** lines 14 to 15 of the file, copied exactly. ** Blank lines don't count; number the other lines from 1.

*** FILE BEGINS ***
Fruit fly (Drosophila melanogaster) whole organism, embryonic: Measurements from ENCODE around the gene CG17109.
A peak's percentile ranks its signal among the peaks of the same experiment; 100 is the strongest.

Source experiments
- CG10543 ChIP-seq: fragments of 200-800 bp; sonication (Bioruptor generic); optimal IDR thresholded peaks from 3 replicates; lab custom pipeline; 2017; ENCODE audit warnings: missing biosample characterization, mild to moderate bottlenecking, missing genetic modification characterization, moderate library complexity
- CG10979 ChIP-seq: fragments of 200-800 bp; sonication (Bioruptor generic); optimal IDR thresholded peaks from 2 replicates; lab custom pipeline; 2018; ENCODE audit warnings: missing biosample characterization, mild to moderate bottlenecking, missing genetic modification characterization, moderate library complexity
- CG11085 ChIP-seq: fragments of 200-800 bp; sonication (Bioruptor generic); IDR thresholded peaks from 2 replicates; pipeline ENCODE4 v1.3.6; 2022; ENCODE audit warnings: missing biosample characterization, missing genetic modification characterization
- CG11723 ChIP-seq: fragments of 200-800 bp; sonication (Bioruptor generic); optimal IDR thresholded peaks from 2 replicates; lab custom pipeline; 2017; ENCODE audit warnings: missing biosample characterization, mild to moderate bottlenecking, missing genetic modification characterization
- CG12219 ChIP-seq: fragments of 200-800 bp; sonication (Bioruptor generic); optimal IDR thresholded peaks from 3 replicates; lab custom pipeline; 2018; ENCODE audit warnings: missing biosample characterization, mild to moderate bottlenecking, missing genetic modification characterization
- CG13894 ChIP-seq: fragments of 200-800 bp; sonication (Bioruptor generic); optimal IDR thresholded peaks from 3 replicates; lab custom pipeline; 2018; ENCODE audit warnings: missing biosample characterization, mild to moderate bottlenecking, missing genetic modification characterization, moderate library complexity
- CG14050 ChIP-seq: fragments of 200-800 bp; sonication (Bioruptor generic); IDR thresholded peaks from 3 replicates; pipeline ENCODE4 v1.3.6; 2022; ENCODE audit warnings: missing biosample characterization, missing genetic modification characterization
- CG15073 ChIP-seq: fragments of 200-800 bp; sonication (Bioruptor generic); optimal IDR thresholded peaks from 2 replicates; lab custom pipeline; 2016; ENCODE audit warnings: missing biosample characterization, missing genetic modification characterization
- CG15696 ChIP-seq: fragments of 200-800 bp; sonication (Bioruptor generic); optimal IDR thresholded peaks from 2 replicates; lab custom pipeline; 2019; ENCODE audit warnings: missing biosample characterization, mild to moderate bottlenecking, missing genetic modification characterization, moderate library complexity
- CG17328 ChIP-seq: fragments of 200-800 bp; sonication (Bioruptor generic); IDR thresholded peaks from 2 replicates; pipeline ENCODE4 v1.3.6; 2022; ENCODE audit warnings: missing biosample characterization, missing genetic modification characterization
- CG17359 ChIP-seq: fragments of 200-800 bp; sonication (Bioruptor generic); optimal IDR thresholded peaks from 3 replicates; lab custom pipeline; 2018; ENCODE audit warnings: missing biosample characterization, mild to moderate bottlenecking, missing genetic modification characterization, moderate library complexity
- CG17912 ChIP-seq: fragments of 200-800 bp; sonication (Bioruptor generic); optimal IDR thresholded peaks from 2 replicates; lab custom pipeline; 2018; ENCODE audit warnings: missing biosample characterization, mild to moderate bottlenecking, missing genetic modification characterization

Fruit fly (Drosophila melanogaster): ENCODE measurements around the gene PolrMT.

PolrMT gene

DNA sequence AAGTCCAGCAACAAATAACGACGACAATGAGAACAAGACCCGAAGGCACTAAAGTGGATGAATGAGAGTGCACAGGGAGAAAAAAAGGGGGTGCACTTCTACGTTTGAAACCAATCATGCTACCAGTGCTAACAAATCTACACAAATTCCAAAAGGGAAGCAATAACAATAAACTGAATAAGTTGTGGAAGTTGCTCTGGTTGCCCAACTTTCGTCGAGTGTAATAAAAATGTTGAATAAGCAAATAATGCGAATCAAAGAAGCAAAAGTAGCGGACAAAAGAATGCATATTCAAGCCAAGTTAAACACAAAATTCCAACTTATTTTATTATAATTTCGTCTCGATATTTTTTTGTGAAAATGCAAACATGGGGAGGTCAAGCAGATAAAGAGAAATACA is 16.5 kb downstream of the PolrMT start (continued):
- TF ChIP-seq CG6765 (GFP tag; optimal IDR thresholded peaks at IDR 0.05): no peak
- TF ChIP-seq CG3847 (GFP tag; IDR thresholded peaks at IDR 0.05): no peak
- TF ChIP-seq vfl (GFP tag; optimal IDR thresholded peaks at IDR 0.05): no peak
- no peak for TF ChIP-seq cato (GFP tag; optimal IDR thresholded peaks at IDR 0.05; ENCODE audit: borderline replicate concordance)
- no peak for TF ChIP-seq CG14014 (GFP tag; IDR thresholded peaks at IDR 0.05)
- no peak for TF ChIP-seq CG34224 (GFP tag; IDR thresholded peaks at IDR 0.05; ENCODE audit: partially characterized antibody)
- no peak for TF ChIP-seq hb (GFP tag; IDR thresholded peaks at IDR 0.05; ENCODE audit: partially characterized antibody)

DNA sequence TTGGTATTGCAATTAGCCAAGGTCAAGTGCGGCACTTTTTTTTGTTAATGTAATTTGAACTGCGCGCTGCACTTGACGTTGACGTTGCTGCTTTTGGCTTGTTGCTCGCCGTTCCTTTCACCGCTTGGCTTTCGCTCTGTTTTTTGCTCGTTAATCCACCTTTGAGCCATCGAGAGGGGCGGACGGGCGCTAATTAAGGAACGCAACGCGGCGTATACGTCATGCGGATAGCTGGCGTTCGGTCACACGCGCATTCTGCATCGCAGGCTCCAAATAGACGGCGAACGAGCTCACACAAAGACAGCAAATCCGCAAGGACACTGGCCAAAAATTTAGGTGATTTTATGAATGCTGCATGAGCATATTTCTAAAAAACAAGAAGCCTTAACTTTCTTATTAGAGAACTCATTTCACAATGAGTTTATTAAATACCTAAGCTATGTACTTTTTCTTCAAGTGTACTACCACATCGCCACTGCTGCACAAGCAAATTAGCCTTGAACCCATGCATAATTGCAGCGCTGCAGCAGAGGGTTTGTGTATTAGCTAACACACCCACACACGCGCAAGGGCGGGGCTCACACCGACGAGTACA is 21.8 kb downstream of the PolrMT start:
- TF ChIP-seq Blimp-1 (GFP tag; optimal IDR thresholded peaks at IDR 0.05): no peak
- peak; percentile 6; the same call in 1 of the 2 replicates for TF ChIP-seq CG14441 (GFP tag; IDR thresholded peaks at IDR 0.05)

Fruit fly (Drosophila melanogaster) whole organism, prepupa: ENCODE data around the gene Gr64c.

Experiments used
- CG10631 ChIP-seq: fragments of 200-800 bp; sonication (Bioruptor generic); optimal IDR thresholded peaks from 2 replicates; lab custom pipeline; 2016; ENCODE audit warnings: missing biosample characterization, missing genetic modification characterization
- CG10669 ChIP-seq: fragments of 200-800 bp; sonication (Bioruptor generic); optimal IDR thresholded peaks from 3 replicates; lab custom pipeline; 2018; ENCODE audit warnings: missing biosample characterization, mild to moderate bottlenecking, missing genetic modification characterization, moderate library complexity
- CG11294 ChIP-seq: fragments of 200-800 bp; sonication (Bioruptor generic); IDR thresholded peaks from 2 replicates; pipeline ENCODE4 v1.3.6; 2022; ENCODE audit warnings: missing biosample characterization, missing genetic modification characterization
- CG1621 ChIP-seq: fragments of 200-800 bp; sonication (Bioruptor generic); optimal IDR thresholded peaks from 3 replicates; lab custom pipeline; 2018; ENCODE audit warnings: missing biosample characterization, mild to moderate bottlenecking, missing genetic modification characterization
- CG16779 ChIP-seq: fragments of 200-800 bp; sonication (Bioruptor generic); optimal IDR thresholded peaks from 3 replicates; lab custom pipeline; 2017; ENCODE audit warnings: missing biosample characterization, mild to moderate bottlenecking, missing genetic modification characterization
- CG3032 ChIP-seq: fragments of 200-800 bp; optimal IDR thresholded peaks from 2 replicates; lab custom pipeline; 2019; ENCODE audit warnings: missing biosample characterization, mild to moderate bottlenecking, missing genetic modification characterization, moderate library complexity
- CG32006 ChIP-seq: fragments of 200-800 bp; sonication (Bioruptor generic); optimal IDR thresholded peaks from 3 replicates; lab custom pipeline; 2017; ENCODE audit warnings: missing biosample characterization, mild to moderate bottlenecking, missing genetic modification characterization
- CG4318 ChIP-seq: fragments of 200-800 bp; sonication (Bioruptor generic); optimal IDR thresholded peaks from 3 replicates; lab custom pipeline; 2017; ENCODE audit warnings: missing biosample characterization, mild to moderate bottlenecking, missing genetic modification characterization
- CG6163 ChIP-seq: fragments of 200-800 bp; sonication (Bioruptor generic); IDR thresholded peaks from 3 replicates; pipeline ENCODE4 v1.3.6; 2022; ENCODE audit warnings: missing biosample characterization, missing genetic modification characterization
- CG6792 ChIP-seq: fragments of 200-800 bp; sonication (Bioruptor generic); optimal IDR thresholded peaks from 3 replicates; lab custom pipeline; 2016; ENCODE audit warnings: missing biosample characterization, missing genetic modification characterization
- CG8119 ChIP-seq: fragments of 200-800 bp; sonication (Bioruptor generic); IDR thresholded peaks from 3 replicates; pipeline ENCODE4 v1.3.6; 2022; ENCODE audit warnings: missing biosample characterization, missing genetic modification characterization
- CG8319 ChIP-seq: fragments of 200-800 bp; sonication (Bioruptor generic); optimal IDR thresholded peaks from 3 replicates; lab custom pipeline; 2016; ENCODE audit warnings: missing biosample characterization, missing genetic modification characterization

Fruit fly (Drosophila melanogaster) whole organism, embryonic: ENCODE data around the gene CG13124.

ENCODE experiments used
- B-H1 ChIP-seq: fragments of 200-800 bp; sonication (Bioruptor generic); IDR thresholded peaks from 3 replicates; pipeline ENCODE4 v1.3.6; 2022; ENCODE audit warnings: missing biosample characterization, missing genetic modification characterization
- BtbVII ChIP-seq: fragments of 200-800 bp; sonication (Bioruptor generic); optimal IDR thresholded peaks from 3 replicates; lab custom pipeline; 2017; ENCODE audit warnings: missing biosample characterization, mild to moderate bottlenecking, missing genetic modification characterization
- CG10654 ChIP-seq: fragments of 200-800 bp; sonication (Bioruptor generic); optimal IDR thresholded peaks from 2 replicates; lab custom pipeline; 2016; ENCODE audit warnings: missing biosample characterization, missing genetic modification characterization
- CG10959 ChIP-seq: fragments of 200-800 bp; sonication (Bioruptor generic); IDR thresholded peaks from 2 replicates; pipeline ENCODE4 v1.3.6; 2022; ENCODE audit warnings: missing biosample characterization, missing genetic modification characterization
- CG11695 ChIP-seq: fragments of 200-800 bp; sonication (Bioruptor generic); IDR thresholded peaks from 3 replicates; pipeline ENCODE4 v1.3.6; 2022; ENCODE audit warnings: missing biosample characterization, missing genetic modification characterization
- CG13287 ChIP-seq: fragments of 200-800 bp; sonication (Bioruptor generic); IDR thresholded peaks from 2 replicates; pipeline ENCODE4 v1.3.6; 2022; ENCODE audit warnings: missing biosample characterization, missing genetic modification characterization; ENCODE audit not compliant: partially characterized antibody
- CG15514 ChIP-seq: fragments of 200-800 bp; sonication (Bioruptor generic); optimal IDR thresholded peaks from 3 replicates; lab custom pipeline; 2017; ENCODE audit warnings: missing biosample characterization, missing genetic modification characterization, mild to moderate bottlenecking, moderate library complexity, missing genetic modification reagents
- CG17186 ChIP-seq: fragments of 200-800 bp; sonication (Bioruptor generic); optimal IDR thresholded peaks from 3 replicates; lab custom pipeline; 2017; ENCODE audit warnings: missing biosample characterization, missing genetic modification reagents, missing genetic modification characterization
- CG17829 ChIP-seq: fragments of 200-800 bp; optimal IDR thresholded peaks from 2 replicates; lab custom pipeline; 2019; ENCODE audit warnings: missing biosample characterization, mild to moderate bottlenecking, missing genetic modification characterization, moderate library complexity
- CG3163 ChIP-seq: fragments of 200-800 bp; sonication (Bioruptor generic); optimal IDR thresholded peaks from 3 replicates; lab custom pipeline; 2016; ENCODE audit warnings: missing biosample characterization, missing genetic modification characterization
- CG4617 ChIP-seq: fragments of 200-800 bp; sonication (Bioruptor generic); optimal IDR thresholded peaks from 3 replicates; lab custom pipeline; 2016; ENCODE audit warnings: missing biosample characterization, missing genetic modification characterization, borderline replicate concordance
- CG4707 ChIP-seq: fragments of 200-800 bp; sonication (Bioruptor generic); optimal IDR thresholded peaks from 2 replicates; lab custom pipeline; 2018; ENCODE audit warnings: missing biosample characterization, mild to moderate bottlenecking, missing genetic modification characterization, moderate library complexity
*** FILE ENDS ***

- CG17359 ChIP-seq: fragments of 200-800 bp; sonication (Bioruptor generic); optimal IDR thresholded peaks from 3 replicates; lab custom pipeline; 2018; ENCODE audit warnings: missing biosample characterization, mild to moderate bottlenecking, missing genetic modification characterization, moderate library complexity
- CG17912 ChIP-seq: fragments of 200-800 bp; sonication (Bioruptor generic); optimal IDR thresholded peaks from 2 replicates; lab custom pipeline; 2018; ENCODE audit warnings: missing biosample characterization, mild to moderate bottlenecking, missing genetic modification characterization